2 US Troops Killed
Sistani Sits this one Out
Basra Governor: British troops Destabilizing the South
Two more US troops were killed in Iraq on Saturday. So was a city council member for Hawija. There has been a largely unnoticed but serious attrition rate among Iraqi provincial and municipal officials, as the guerrillas target them.
Basra governor Muhammad al-Wa’ili has accused the British troops there of destabilizing the province with their arrest of local officials, policemen and militiamen. The British arrested, among others, Odai Awad, the director of Basra’s state electricity company. The workers are threatening to strike unless the British release him. Although the BBC and other Western news organizations say that those arrested are largely followers of Muqtada al-Sadr, I am not sure this is true. They do appear to belong to the Sadr Movement, but it has splintered, especially in Basra, and it is hard to know to which faction those arrested belong. Shaikh Ahmad al-Fartusi, one of the detainees is a local Basra leader who seems to have broken with Muqtada.
Iraqi Foreign Minister Hoshiar Zebari says that if the new constitution is rejected, it will be “catastrophic” for Iraq. I agree that it would be very bad, but I think he is probably exaggerating in order to convince the Kurds (he is a Kurd) to come out to vote in Saturday’s referendum in large numbers. Actually, if the constitution is rejected, there will still be parliamentary elections on Dec. 15; the interim constitution would remain the law of the land; and the new parliament would have to take up the constitution again. The terrible thing about this scenario is that the Shiite majority will feel very, very cheated. They feel that since they won the Jan. 30 elections, they have a right to the constitution they want, and there is a danger of them becoming disillusioned altogether with democracy if the will of the majority is thwarted on this issue. Sunni Arabs can defeat the constitution if they can muster a 2/3s vote against it in Anbar, Salah al-Din and Ninevah Provinces. Al-Sharq al-Awsat had a story that everything is ready for the voting in Salah al-Din, by which it meant that voters are registered, polling boths have been set up, etc. All this relative efficiency might allow the Sunni Arabs to reject the constitution more decisively in that province.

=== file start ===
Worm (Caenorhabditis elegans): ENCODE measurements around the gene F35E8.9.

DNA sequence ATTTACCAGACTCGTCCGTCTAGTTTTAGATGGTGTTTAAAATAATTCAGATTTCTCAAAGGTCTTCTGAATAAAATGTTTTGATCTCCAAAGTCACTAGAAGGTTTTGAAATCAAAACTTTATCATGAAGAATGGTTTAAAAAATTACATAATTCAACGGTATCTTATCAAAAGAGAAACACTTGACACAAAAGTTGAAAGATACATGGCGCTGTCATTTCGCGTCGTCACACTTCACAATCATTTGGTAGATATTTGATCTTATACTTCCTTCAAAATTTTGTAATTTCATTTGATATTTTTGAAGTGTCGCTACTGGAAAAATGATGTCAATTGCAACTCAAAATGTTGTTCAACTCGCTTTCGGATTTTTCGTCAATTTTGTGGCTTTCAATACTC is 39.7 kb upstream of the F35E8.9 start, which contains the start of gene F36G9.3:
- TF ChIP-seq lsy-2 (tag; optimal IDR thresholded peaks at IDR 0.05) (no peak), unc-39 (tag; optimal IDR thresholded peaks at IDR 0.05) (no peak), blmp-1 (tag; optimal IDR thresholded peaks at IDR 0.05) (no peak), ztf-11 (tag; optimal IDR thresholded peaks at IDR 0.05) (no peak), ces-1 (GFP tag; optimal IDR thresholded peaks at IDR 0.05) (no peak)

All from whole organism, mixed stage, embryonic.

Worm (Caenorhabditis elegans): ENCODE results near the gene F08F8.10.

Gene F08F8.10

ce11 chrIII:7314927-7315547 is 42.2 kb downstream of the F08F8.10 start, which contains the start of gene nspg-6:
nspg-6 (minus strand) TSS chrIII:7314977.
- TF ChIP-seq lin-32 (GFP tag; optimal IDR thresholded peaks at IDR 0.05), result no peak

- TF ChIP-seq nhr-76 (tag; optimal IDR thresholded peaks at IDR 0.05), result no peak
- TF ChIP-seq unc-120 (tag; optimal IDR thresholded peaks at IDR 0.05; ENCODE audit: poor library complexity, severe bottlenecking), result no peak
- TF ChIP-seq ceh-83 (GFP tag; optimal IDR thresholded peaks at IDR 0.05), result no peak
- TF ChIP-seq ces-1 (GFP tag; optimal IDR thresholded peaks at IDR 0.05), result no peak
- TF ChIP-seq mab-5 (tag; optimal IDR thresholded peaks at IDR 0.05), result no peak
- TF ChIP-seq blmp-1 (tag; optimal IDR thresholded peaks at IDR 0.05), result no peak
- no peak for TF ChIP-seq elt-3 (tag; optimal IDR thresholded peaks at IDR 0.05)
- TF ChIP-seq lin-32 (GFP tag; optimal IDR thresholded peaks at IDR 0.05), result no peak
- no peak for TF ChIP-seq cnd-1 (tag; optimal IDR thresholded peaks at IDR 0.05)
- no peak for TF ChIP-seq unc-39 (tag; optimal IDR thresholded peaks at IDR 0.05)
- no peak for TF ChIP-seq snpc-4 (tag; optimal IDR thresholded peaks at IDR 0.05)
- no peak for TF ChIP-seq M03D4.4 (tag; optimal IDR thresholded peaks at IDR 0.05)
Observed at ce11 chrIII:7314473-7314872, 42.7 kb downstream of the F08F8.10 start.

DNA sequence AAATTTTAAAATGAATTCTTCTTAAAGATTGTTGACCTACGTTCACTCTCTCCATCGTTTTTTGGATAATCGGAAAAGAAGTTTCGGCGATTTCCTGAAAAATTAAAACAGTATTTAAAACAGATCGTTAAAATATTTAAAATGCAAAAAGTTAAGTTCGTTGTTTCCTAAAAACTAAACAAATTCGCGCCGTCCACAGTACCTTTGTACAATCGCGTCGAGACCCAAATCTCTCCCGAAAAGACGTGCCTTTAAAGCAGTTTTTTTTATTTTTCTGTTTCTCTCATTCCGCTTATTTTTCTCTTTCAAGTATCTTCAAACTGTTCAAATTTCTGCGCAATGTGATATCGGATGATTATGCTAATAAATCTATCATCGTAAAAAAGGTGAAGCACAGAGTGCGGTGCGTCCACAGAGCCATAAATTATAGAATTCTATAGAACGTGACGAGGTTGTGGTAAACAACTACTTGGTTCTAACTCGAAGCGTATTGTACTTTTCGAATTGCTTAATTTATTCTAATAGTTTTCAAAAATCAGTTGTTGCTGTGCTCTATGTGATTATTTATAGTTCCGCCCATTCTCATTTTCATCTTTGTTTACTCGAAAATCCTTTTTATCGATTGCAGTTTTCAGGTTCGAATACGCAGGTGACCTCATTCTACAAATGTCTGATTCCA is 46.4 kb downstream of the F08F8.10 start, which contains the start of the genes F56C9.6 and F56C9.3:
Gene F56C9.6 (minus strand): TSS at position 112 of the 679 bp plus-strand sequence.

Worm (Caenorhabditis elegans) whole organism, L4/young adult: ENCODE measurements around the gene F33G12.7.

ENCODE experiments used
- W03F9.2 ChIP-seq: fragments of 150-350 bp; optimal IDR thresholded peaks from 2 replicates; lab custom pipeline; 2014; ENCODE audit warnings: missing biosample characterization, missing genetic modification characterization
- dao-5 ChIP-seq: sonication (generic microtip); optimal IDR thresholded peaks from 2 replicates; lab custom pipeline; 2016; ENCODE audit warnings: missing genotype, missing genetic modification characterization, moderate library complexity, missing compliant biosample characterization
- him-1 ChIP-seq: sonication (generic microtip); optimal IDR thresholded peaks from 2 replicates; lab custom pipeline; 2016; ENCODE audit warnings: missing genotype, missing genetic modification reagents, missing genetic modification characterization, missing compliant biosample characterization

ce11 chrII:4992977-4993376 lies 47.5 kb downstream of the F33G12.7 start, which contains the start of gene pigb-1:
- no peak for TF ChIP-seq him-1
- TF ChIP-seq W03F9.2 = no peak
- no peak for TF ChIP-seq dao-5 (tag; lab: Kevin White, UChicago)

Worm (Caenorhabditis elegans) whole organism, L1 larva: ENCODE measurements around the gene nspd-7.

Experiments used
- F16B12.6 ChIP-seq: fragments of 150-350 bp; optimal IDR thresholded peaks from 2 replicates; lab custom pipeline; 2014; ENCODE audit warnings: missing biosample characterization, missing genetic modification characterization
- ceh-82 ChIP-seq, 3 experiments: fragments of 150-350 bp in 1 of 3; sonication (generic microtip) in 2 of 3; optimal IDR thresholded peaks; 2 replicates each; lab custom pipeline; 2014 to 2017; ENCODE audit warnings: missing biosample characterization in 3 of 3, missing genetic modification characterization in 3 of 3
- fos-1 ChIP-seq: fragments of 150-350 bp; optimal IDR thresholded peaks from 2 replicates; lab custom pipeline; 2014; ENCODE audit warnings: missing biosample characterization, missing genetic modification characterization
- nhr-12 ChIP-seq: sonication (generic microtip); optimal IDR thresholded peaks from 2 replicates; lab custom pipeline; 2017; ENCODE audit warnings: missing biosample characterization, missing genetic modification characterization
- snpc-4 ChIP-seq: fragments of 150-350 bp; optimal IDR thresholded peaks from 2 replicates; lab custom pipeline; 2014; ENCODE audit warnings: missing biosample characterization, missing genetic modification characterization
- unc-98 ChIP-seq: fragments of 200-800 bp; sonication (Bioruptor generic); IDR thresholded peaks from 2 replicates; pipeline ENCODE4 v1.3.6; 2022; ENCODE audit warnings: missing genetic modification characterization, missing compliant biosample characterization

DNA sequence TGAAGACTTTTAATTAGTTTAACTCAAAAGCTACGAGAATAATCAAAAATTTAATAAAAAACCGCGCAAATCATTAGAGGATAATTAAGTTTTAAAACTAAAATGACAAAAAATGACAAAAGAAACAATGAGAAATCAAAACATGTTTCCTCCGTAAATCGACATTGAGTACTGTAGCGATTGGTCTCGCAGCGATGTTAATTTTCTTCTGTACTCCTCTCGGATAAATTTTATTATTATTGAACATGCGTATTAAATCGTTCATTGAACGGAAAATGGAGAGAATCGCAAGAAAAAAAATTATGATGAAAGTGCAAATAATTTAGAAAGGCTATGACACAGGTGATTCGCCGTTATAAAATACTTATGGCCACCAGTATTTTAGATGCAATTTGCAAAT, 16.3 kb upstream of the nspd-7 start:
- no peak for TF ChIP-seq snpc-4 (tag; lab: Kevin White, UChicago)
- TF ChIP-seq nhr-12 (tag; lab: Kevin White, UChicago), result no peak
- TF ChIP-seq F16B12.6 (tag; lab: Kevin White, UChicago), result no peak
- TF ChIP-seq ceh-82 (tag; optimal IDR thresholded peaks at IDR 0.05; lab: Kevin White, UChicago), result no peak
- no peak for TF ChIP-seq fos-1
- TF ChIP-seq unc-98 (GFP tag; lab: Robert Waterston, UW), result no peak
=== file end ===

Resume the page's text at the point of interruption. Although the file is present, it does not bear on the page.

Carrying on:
The political process is at best unconnected to the guerrilla war in Iraq, US government analysts are now saying. And at worst, the political process, including constitution-making, could be pushing Sunni Arabs who had been on the fence off of it and into the arms of the guerrillas. Long-time readers of Informed Comment will know that I have been saying this for some time.
Grand Ayatollah Ali Sistani, the spiritual leader of Iraq’s Shiites, has strictly told his own representatives in the cities and provinces of Iraq not to run for parliament. He will also decline to endorse any particular political party or coalition. Sistani’s theory of religion-state relations requires that the grand ayatollahs not intervene directly in day to day politcs, but rather confine their concern to influencing the “order of society.” Now that Iraq has a parliamentary government dominated by Shiites, Sistani is satisfied with the order of society and therefore is drawing back from his earlier leading role in promoting a Shiite coalition party (which won the Jan. 30 elections). Sistani is also disappointed with the do-nothing record of the United Iraqi Alliance.
My guess is that nevertheless, the Dec. 15 elections will be dominated by the Supreme Council for Islamic Revolution in Iraq, which controls 9 of Iraq’s 18 provinces. This provincial control may well allow them to dominate the parliamentary delegations from those provinces (the Dec. 15 elections will be be district-based or rather province-based). Think Chicago ward politics (SCIRI has proven itself adept at them, though it could well fail to control the levers in a national election.) Ibrahim Jaafari and his Dawa Party may well be punished by voters for the government’s inability to get much done.
Hmmm. Posting pictures of civilians killed in the Iraq War is a form of obscenity, according to the Polk County, Floriday, sheriff’s office.
What I want to know is why killing them in the first place doesn’t produce at the very least similar charges of obscenity. [It is worse. Kind readers wrote to say I read the article too quickly; the case being brought is an ordinary obscenity case, and the war photos do not apparently even enter into it!]